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23 June 2011, 12:00 pm 6 Comments

Cynical And Southern: “Radical” People Can Be So Damn Generic

This post was submitted by Jeremy Gloff

There are only three things in life I am certain of:

1) Matt and Kim are the most annoying band to ever exist.  Period.

2) “Born This Way” is the most overhyped turd of an album to ever be released.  Exclamation point.

3) I despise the word “radical.”  No question.

When I visited New York last year I read an article in a zine from a girl who prefaced her name with about seven adjectives. She was a “radical feminist punk vegan queer blah blah motherfucking blah” writer. And as I perused her article one side of me “aww-ed” at the cute idealism of pre-packaged youth, while the other side guffawed at the explicit self-stereotyping going on. Who exactly was this girl underneath all the niches she’d subscribed to?

I counted twenty times in her piece that she declared she was radical.

Mohwak?  Check.
Patches on a dirty jacket? Check.
Piercings? Double check.
Homogenized “rebellion” against society? You bethcha.
I sadly knew everything about this girl before it was revealed in her article.  Right down to her taste in music, her clothes, her belief system, and the soy milk and humus she made of point of saying she was snacking on.

I am certain if I sat down with this girl we’d get along famously.  If you dig past the shroud of generic labeling that people encase themselves in, there’s always something golden to find.

Fitting a stereotype is inevitable in our current world.  At this point it seems like everything has been done.  But with the “radical” movement there seems to be such a large breach between the self-image and the actual image.

If you are blatantly fitting a stereotype be self-aware enough to fucking proclaim it and own it.  I scoff at pre-packaged outsiders.  As of late it seems the least radical thing someone can do is to be “radical”.  (The conservatively dressed man from Utah I met on a bus recently had so many twists and quirks that revealed themselves as I spoke to him.  Now HE was radical.)

I have tons of friends that call themselvses “radical kids.”  Many are neither “radical” nor are they “kids” at this point.  I adore them.  They are wonderful people.  But I like them better when I ignore their self-imposed identifying adjectives. What a bunch of unnecessary baggage.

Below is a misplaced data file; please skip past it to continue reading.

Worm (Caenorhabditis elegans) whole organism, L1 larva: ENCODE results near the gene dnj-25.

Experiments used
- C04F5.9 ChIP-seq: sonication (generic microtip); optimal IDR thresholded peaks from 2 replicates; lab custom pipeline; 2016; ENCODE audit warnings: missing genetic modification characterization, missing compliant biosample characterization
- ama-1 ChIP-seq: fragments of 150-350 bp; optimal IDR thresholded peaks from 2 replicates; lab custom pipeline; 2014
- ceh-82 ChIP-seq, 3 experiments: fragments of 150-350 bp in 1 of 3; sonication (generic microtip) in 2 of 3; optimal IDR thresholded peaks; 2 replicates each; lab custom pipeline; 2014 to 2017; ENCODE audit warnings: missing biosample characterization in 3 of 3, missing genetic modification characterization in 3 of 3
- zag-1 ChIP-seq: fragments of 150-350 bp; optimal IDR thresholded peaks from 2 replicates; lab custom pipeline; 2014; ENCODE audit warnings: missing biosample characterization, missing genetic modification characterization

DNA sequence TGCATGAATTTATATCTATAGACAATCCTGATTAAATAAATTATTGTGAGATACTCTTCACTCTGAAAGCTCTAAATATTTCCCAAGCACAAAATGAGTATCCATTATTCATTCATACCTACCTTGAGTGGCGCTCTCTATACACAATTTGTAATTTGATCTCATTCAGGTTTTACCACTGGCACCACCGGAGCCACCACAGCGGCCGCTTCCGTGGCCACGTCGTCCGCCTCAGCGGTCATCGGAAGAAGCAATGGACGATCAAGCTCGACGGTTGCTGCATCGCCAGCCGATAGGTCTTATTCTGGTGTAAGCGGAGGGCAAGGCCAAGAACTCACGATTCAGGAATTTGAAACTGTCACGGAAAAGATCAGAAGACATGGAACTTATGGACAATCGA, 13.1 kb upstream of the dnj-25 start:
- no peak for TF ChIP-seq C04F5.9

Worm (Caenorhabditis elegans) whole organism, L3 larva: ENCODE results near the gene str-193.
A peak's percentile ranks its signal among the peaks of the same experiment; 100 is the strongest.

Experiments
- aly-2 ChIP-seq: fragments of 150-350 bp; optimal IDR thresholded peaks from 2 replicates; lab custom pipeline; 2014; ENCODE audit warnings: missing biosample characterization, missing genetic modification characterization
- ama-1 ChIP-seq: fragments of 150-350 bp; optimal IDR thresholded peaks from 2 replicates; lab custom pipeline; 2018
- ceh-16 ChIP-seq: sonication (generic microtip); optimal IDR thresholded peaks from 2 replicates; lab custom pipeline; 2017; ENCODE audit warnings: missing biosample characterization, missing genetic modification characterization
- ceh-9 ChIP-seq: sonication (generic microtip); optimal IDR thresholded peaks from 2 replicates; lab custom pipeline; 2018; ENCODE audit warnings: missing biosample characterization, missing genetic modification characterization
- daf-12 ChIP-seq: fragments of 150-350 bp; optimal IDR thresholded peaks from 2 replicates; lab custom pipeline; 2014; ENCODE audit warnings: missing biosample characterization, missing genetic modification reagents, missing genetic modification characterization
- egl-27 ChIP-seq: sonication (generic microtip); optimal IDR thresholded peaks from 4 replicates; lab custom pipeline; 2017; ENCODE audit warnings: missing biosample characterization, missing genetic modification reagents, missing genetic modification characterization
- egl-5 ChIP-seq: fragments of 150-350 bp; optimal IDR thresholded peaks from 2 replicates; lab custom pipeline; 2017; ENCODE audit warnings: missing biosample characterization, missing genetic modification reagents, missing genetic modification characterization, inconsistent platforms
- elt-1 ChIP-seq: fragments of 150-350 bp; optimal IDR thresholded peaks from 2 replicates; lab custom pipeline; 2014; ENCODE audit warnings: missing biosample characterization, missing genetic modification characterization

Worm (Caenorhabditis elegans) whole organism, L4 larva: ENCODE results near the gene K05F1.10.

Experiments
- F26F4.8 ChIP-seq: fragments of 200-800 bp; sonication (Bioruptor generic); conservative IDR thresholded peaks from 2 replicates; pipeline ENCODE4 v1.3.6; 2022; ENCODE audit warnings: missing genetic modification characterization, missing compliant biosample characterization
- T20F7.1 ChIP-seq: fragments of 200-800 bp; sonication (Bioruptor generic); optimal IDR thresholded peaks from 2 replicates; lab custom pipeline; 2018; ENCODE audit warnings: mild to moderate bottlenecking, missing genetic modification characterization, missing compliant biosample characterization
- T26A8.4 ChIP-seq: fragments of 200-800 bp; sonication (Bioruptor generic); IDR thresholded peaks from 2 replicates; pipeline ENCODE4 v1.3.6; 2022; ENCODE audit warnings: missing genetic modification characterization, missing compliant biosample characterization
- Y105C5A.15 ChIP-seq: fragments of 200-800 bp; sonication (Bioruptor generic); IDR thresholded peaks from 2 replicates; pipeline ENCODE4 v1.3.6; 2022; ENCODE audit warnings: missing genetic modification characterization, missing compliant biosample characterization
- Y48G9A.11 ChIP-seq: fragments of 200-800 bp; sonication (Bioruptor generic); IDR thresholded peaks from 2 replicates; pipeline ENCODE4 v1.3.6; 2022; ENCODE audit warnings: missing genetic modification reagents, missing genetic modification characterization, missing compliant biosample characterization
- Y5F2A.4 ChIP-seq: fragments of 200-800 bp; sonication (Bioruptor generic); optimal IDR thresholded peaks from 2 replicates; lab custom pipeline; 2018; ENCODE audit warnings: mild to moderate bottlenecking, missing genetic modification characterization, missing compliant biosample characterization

To be as predictable as the mainstream you are supposedly rebelling against (right down to the taste in music, clothes, and belief systems)  strips the word “radical” of its power and  substance.

I found the radical girl in that article fitting a stereotype to a T.   The rebellion she saw in herself was only gaudy costuming.

A sincere and more effective rebellion against society would be to not fit into any box. Now isn’t that a radical idea?

more Jeremy Gloff at JeremyGloff.com

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  • Doctor Whom said:

    It’s yet another manifestation of the “nonconformist, like everyone else” syndrome.

  • Levi said:

    CocoRosie is the most annoying band ever to exist.

    Jeremy, try going to school with one or two dozen of these kids. Yeah…

  • oddboyout said:

    You’re quite sure that piece wasn’t comedy?

  • Chris said:

    I totally agree… some things are radical. Putting your ass on the line and collectively striking at work at the risk of loosing your home is radical. Standing up as an illegal immigrant at the risk of being jailed or deported is radical. Soldiers who quit in protest of the war are radical. Ordinary people who actively support these and other acts have a stake in the word as well.

    Just because the cross stitch club full of punks, you write a zine or just being your vegan isn’t in and of itself radical. They aren’t bad things to do, but nor are they very hard or particularly challenging in a liberal capitalist country, especially when you carve out a separate under world for yourselfs and others to live in.

    Anarchists, I beg you, please stop killing this word! The whole “personal is political” therefore “radical” is empty rhetoric and kind of lazy.

  • claire said:

    you’re just stereotyping. yeah, there’s a lot of assholes who call themselves radical while they lap up their trust funds and perform their oh-so-predictable patch sewing, zine making lives. on the other side of things there’s a whole lot of us radicals who work for change and don’t fit the stereotype. i have a normal job, i’m not a vegan, or a punk, and i don’t listen to matt and kim. but i do consider myself a radical because of my politics. so i don’t understand the haterade towards radicals. we could use more people trying to make a difference, in my opinion. and i don’t mean with zines, but with direct action (which is what i do).

  • Megan C. said:

    I (probably) couldn’t have said it better myself.